Business Name Jin Suk Kim, Inc.
Trading As Ebony Towne Store
Address 1801 W. North Avenue
Type of License Class “ A” Beer, Wine & Liquor License
Reason for hearing

Violation of Rule 4.01: “No licensee shall sell or furnish alcoholic beverages to any person under twenty-one (21) years of age or to any person with the knowledge that such person is purchasing or acquiring such beverages for consumption by any person under twenty-one (21) years of age” (Re: January 31, 2014, alcohol was sold to an underage police cadet)

Hearing notes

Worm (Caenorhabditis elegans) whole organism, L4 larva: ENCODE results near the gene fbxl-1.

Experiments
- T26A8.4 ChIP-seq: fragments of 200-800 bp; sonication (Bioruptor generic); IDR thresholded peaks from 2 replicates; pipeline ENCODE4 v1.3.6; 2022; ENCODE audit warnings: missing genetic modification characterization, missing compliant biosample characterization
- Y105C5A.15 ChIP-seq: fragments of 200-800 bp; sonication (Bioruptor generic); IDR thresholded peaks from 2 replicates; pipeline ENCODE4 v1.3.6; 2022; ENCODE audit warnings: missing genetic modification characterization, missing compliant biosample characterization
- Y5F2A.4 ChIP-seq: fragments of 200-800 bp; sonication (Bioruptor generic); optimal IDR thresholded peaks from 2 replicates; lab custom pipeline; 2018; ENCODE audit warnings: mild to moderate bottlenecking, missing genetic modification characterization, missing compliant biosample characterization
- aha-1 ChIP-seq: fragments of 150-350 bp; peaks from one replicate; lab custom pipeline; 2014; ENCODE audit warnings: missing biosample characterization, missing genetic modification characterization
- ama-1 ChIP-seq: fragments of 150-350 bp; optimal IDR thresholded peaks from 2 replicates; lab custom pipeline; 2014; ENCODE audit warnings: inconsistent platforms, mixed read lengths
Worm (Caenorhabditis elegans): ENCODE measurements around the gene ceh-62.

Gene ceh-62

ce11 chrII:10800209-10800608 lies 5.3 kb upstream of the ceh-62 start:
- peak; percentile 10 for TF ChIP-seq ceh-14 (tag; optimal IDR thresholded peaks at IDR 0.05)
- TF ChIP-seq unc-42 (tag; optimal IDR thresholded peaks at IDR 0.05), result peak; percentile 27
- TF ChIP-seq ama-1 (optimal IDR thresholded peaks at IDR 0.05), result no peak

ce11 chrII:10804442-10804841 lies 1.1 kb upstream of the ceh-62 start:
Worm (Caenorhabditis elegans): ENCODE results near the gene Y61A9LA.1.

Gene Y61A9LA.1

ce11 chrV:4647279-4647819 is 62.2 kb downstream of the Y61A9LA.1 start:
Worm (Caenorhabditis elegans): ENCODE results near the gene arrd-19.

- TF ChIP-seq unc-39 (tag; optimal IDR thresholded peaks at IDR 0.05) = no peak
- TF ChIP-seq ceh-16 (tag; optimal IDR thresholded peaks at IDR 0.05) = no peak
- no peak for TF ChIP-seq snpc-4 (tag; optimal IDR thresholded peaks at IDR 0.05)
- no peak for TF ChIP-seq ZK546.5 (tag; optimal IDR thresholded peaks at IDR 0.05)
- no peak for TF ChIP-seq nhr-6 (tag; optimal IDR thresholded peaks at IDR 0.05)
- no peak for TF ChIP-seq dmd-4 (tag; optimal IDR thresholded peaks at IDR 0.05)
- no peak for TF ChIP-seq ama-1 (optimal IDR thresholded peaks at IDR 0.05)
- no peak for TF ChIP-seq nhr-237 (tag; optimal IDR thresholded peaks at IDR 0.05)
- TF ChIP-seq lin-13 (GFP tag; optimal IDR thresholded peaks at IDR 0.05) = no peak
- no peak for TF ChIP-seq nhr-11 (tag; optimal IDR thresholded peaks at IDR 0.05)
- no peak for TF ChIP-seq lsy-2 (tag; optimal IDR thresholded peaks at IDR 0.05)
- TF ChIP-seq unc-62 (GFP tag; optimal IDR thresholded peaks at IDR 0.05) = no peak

Baltimore Police Detective L.C. Greenhill testified from his report that on January 31, 2014, as part of an underage alcohol sales investigation, Police Cadet Gregory McCoy, 20 years old, purchased 375 ml of Paul Masson brandy for $6.45. When the police entered the establishment, the departmental $20 bill which McCoy used to purchase the alcohol was not in the register. The police asked the licensee, Mr. Kim, where he put the bill. Kim said that he did not have the bill and did not know where it was. There was a blue mat next to the register with money tucked underneath it. The departmental $20 bill was under the mat. The detectives asked Kim why the bill was under the mat, and Kim refused to answer further questions and refused to cooperate. Police Cadet Gregory McCoy verified Detective Greenhill’s testimony.